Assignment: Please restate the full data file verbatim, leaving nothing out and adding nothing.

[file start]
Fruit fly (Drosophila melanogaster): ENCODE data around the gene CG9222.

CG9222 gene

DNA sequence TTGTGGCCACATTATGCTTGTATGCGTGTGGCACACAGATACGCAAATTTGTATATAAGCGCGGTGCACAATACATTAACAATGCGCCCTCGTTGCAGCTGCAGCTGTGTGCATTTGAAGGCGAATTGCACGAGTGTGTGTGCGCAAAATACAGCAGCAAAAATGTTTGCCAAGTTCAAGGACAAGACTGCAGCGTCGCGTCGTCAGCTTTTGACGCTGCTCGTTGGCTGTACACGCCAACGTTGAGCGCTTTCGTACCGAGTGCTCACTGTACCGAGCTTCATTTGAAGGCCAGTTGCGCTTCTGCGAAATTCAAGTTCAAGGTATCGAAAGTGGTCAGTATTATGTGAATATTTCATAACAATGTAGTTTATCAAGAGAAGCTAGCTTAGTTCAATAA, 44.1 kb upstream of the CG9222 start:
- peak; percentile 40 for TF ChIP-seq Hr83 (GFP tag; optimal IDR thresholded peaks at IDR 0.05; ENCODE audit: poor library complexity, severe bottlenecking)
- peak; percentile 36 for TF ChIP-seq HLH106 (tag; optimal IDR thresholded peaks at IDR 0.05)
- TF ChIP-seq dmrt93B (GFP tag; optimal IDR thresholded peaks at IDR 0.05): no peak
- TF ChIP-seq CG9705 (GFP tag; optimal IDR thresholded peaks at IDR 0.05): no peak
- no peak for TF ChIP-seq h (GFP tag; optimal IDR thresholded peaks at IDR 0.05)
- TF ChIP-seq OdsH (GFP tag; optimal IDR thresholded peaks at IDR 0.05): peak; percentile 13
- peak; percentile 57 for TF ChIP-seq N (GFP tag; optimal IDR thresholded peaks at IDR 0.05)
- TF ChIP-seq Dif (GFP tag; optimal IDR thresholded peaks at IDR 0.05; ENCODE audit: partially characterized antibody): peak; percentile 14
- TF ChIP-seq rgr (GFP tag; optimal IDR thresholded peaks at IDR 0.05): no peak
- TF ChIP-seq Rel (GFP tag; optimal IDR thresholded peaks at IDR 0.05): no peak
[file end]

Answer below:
Fruit fly (Drosophila melanogaster): ENCODE data around the gene CG9222.

CG9222 gene

DNA sequence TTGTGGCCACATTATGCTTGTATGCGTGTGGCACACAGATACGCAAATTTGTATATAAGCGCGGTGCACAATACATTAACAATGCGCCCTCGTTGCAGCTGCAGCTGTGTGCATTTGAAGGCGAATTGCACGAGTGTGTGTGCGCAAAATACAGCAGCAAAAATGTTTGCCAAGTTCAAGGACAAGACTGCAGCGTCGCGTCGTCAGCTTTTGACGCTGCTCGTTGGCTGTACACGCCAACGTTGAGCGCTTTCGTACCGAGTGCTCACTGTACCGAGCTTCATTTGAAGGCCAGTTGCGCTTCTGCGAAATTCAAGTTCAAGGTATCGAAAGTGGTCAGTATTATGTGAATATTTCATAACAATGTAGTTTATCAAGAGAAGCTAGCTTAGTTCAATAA, 44.1 kb upstream of the CG9222 start:
- peak; percentile 40 for TF ChIP-seq Hr83 (GFP tag; optimal IDR thresholded peaks at IDR 0.05; ENCODE audit: poor library complexity, severe bottlenecking)
- peak; percentile 36 for TF ChIP-seq HLH106 (tag; optimal IDR thresholded peaks at IDR 0.05)
- TF ChIP-seq dmrt93B (GFP tag; optimal IDR thresholded peaks at IDR 0.05): no peak
- TF ChIP-seq CG9705 (GFP tag; optimal IDR thresholded peaks at IDR 0.05): no peak
- no peak for TF ChIP-seq h (GFP tag; optimal IDR thresholded peaks at IDR 0.05)
- TF ChIP-seq OdsH (GFP tag; optimal IDR thresholded peaks at IDR 0.05): peak; percentile 13
- peak; percentile 57 for TF ChIP-seq N (GFP tag; optimal IDR thresholded peaks at IDR 0.05)
- TF ChIP-seq Dif (GFP tag; optimal IDR thresholded peaks at IDR 0.05; ENCODE audit: partially characterized antibody): peak; percentile 14
- TF ChIP-seq rgr (GFP tag; optimal IDR thresholded peaks at IDR 0.05): no peak
- TF ChIP-seq Rel (GFP tag; optimal IDR thresholded peaks at IDR 0.05): no peak